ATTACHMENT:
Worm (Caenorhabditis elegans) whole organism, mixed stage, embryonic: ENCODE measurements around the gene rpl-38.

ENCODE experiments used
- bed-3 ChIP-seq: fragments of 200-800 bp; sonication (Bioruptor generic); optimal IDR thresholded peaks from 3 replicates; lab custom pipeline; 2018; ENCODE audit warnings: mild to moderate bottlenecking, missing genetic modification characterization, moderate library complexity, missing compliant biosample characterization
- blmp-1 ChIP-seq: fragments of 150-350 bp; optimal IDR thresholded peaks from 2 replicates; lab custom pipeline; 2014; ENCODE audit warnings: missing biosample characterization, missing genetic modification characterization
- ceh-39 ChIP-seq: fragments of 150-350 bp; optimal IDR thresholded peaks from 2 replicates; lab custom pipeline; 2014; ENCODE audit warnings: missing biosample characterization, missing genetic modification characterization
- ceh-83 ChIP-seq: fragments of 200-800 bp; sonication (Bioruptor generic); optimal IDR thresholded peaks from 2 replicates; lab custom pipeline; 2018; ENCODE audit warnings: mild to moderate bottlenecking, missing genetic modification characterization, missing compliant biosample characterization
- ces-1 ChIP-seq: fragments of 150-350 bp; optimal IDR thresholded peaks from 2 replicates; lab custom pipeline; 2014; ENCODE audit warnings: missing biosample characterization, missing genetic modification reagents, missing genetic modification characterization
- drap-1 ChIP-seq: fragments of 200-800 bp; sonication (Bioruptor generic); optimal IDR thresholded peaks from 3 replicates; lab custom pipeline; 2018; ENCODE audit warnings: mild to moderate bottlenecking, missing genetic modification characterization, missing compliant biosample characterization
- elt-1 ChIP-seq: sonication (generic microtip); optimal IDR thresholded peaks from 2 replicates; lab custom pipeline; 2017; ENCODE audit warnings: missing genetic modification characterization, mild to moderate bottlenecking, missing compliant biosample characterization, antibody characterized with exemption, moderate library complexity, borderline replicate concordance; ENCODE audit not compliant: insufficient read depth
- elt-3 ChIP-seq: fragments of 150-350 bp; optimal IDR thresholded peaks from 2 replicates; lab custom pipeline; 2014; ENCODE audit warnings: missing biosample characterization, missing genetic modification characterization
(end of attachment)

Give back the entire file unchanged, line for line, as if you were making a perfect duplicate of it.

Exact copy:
Worm (Caenorhabditis elegans) whole organism, mixed stage, embryonic: ENCODE measurements around the gene rpl-38.

ENCODE experiments used
- bed-3 ChIP-seq: fragments of 200-800 bp; sonication (Bioruptor generic); optimal IDR thresholded peaks from 3 replicates; lab custom pipeline; 2018; ENCODE audit warnings: mild to moderate bottlenecking, missing genetic modification characterization, moderate library complexity, missing compliant biosample characterization
- blmp-1 ChIP-seq: fragments of 150-350 bp; optimal IDR thresholded peaks from 2 replicates; lab custom pipeline; 2014; ENCODE audit warnings: missing biosample characterization, missing genetic modification characterization
- ceh-39 ChIP-seq: fragments of 150-350 bp; optimal IDR thresholded peaks from 2 replicates; lab custom pipeline; 2014; ENCODE audit warnings: missing biosample characterization, missing genetic modification characterization
- ceh-83 ChIP-seq: fragments of 200-800 bp; sonication (Bioruptor generic); optimal IDR thresholded peaks from 2 replicates; lab custom pipeline; 2018; ENCODE audit warnings: mild to moderate bottlenecking, missing genetic modification characterization, missing compliant biosample characterization
- ces-1 ChIP-seq: fragments of 150-350 bp; optimal IDR thresholded peaks from 2 replicates; lab custom pipeline; 2014; ENCODE audit warnings: missing biosample characterization, missing genetic modification reagents, missing genetic modification characterization
- drap-1 ChIP-seq: fragments of 200-800 bp; sonication (Bioruptor generic); optimal IDR thresholded peaks from 3 replicates; lab custom pipeline; 2018; ENCODE audit warnings: mild to moderate bottlenecking, missing genetic modification characterization, missing compliant biosample characterization
- elt-1 ChIP-seq: sonication (generic microtip); optimal IDR thresholded peaks from 2 replicates; lab custom pipeline; 2017; ENCODE audit warnings: missing genetic modification characterization, mild to moderate bottlenecking, missing compliant biosample characterization, antibody characterized with exemption, moderate library complexity, borderline replicate concordance; ENCODE audit not compliant: insufficient read depth
- elt-3 ChIP-seq: fragments of 150-350 bp; optimal IDR thresholded peaks from 2 replicates; lab custom pipeline; 2014; ENCODE audit warnings: missing biosample characterization, missing genetic modification characterization